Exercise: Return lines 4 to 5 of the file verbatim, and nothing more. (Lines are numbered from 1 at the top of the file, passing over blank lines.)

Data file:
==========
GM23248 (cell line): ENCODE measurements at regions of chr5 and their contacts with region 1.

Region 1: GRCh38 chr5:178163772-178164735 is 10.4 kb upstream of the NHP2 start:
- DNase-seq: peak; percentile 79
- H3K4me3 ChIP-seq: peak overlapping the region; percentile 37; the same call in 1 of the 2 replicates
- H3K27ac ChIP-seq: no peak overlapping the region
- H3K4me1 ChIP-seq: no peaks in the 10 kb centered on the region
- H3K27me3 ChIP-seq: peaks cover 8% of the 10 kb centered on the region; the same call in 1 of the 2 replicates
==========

- H3K4me3 ChIP-seq: peak overlapping the region; percentile 37; the same call in 1 of the 2 replicates
- H3K27ac ChIP-seq: no peak overlapping the region